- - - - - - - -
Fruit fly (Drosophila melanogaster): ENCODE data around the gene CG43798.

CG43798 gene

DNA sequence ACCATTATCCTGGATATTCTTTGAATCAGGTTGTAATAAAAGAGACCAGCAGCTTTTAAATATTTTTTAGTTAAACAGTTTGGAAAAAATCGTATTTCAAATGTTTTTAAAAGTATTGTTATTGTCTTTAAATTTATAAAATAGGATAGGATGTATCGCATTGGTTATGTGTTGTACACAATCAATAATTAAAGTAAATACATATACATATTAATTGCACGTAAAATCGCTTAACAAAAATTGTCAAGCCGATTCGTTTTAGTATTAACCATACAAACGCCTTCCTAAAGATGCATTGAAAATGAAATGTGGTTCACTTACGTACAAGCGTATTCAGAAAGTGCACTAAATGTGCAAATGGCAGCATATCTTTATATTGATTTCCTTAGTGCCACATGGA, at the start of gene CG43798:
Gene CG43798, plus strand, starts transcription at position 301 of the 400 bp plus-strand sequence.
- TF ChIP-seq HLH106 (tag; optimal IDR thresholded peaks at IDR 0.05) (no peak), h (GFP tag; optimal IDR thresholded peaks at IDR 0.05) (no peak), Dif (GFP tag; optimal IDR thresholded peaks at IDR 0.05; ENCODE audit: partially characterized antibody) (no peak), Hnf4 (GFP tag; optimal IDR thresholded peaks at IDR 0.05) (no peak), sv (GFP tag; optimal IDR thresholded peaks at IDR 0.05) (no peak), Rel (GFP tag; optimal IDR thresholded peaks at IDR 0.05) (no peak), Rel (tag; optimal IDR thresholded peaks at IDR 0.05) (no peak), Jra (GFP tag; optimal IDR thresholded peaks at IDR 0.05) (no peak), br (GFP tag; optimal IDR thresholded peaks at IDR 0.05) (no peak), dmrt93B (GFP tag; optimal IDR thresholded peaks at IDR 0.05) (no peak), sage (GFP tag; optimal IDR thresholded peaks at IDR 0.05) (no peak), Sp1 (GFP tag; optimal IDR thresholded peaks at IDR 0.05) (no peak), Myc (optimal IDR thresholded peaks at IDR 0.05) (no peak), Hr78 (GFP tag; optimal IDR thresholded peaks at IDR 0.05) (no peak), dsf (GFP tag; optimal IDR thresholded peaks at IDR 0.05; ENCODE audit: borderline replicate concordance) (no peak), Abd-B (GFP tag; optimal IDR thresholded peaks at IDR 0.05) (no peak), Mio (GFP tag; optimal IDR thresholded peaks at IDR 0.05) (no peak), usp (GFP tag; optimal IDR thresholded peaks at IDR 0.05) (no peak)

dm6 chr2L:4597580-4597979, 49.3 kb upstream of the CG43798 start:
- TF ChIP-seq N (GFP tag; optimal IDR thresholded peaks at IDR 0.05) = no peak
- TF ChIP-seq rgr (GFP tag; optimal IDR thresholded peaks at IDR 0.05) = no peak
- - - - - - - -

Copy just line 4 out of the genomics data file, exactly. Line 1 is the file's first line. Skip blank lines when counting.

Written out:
Gene CG43798, plus strand, starts transcription at position 301 of the 400 bp plus-strand sequence.